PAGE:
Mickey Callaway
(AP Photo/Jeff Roberson

New York Mets skipper Mickey Callaway regrets pulling Noah Syndergaard on Tuesday night in his team’s loss to the Giants.

Frank Curto

In New York City, second-guessing a coach is what writers and fans do. In many respects, it’s the most frustrating aspect of baseball.

When the coach begins to second-guess himself to both his team and the media, as New York Mets skipper did following Tuesday night’s 9-3 loss to San Francisco, things will only get worse.

“Looking back on it, I’d like to have that one back,” Callaway admitted after the terrible defeat.

The horrible decision happened during, perhaps, the most crucial inning of the game. With two outs in the seventh, a runner on first and Syndergaard at 103 pitches, the Mets manager didn’t hesitate.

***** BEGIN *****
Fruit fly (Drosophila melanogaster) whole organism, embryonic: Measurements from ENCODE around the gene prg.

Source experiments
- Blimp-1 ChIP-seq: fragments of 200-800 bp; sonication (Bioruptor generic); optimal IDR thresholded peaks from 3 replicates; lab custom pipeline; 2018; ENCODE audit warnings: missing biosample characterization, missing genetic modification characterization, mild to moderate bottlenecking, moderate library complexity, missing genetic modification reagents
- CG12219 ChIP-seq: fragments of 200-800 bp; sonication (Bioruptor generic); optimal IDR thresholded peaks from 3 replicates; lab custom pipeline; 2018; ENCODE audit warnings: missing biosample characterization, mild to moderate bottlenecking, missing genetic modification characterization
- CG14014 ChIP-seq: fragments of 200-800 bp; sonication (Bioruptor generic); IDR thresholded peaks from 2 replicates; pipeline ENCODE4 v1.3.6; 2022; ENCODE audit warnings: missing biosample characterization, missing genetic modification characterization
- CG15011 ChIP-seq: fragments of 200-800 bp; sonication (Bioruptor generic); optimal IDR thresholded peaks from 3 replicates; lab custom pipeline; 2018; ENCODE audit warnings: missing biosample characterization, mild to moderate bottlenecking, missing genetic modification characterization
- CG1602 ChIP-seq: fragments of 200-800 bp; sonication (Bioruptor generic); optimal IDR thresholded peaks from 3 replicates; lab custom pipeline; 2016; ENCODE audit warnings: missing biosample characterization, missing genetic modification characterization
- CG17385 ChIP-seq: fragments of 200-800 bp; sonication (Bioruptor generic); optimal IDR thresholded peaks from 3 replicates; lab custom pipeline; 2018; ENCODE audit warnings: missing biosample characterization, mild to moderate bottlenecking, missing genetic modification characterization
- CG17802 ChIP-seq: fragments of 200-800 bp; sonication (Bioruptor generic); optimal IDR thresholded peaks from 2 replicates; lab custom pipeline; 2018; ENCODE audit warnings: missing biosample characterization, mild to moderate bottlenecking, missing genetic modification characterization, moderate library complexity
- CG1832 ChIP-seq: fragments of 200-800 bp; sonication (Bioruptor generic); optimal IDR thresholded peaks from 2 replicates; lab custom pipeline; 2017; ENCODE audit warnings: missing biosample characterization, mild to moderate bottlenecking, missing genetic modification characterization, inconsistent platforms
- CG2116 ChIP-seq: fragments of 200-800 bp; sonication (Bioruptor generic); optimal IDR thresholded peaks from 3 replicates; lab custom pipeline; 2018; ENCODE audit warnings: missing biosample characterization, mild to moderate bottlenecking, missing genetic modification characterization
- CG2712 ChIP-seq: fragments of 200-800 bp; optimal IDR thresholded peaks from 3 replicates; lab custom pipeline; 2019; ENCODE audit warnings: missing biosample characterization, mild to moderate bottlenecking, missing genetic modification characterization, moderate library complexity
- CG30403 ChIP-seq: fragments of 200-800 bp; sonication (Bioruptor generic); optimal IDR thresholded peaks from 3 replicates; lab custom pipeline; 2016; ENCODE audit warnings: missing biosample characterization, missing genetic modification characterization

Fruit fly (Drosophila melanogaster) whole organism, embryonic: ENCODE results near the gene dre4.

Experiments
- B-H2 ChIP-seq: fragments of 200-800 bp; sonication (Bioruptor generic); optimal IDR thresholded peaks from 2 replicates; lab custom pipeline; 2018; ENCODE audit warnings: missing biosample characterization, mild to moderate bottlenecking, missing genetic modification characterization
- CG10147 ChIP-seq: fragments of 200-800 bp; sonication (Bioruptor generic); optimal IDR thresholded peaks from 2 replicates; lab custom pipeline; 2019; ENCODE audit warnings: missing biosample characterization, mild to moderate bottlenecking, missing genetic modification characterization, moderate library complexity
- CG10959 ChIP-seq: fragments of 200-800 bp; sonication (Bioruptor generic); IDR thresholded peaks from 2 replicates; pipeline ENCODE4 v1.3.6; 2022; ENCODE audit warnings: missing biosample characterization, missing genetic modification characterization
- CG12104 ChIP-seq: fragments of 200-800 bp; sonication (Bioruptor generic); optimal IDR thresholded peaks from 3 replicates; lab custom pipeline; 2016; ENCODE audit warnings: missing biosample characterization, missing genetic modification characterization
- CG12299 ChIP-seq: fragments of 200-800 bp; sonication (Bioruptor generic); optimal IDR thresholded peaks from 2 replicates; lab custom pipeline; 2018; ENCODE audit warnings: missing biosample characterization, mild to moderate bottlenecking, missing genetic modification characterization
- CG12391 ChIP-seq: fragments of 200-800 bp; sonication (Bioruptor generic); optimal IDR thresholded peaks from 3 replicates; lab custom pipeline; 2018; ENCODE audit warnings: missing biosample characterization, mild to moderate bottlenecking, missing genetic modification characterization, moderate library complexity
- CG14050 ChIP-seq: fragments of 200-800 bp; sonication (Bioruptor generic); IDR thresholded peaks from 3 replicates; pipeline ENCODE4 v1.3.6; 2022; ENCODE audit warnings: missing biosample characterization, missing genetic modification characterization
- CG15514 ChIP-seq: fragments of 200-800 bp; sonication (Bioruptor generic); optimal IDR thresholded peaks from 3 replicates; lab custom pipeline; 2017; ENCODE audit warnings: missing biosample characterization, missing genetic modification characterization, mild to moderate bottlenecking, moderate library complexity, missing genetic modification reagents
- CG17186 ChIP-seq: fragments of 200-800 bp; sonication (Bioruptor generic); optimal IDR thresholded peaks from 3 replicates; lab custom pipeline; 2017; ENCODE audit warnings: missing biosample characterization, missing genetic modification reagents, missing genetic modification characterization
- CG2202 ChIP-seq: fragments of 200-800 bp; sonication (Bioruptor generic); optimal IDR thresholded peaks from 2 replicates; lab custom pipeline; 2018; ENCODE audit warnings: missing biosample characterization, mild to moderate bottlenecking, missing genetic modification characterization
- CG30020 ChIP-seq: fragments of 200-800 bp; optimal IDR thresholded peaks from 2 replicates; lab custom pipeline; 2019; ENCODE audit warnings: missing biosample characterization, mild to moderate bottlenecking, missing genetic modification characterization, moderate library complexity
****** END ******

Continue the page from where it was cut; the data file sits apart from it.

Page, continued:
Callaway walked straight to the home plate umpire to make a double-switch. The fact that the sophomore big-league skipper went straight to the umpire without talking to Syndergaard first is a problem in itself.

Thor only needed to get one more out in the inning, but again, Callaway didn’t show any faith in his starter.

The result was disastrous; Seth Lugo came into the game to immediately allow a single to Eva Longoria, sending the runner on first (Mike Yastrzemski) to third. An RBI double by Brandon Belt tied the game at three. The wheels didn’t just fall off the cart after that, it exploded.

It’s hard enough to manage a team in New York City with the constant Monday morning quarterbacking and media questioning your every move.

When the manager begins to question himself publicly, it may be time to move on and find a manager with confidence in these crucial situations.

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